CASPER, Wyo. — Some Wyoming lawmakers are split over the need for a state-run women’s boot camp as a lawsuit challenging the state’s men-only program plays out.

Paying for a women’s facility appears to be one sticking point.

The Casper Star-Tribune reported Saturday that a Wyoming American Civil Liberties Union report recommends creating a women’s camp as a way to alleviate Wyoming’s high prison incarceration rate. Boot camp allows first offenders under 25 to work to avoid long-term imprisonment.

Taylor Blanchard, 23, has sued the Department of Corrections. She claims the department violated her constitutional rights by sending her to prison to serve a six-to-10-year sentence instead of a boot camp where she could seek to reduce her time behind bars.

Blanchard pleaded guilty to conspiracy to deliver a controlled substance — methamphetamine — in 2016 and was given probation on a six-to-10-year sentence. She was kicked out of a rehabilitation program after attempting to contact people she was banned from contacting. At a May hearing, a judge said wanted to recommend boot camp for Blanchard; instead, she was sent to the Wyoming Women’s Center in Lusk.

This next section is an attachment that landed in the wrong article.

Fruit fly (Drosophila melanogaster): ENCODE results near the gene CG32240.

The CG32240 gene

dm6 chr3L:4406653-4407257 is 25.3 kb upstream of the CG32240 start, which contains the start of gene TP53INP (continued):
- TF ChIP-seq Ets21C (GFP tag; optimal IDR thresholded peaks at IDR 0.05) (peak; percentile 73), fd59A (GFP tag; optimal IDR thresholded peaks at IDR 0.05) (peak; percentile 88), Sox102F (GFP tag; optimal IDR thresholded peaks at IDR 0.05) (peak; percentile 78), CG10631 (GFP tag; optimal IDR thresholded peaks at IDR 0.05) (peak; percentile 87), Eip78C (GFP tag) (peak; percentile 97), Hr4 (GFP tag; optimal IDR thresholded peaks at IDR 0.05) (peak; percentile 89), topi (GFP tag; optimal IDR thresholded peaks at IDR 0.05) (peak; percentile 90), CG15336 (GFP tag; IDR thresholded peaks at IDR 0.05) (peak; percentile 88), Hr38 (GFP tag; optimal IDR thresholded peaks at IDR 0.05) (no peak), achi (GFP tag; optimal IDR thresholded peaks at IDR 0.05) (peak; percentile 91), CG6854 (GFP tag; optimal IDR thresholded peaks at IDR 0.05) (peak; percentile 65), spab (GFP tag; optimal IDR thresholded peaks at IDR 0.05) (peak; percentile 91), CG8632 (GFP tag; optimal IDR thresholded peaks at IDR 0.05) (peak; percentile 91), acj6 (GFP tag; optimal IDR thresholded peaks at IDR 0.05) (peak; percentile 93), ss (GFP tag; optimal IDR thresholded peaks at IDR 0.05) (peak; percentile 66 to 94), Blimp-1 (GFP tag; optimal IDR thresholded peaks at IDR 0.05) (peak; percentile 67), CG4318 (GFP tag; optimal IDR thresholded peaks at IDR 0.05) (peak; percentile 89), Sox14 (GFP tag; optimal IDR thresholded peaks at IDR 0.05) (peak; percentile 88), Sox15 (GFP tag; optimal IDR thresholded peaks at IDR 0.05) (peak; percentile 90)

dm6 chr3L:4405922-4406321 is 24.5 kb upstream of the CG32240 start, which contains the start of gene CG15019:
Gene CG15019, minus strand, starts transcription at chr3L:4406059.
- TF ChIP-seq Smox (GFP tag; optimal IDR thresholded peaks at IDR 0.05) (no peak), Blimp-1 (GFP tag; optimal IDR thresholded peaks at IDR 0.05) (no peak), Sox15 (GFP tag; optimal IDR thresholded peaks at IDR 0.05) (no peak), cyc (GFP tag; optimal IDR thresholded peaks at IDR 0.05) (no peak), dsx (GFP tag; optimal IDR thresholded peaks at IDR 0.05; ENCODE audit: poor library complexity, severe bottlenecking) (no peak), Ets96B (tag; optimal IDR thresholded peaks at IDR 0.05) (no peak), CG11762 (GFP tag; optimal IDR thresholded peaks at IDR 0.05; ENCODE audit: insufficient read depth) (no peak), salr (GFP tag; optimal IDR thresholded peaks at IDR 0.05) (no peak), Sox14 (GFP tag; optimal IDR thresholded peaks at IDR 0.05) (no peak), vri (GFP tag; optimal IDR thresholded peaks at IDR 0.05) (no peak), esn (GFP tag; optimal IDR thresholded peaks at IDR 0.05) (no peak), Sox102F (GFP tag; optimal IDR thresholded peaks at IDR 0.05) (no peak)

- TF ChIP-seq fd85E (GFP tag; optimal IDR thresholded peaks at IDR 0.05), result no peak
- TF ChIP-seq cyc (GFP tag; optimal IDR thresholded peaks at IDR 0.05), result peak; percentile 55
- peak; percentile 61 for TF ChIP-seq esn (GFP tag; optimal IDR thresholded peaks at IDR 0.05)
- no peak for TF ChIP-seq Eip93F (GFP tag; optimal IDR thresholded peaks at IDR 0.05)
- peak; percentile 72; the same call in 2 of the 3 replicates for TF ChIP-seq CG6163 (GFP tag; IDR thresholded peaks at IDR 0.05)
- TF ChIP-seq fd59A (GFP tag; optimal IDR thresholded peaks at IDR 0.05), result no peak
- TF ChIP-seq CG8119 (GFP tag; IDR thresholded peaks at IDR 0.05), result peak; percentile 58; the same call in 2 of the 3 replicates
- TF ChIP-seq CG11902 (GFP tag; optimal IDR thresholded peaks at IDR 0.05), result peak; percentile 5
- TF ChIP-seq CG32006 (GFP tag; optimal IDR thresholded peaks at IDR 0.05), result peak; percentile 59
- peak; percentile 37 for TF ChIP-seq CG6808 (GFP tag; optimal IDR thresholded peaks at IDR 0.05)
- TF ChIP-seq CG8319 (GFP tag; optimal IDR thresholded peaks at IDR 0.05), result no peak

She was later transferred to boot camp in Florida.

Casper Republican Rep. Tom Walters told the Star-Tribune he would like to eliminate the boot camp program if a court orders changes that treat men and women equally. He says the camps are underutilized, are a drain on Wyoming’s finances, and that for now qualifying women should be sent out of state.

Fellow GOP Rep. Debbie Bovee said she supports creating a women’s camp. Up-front costs of creating one would be offset by lower recidivism rates and easing the prison population, she said.

“I think it would save us money in the long run,” Bovee said. But she added: “Where we’re going to get that money, I’m not sure.”

Linda Burt, a former ACLU lobbyist and a 2016 Democratic state legislature candidate, said many prison inmates can’t access substance abuse treatment programs due to funding cuts — a situation that can be addressed in boot camps.

The ACLU report, issued Nov. 20, says one in 130 Wyoming residents are incarcerated. It says new crime categories created in recent years have increased the numbers of those sent to prison. One recommendation is to create a women’s category for boot camps.

Information from: Casper (Wyo.) Star-Tribune,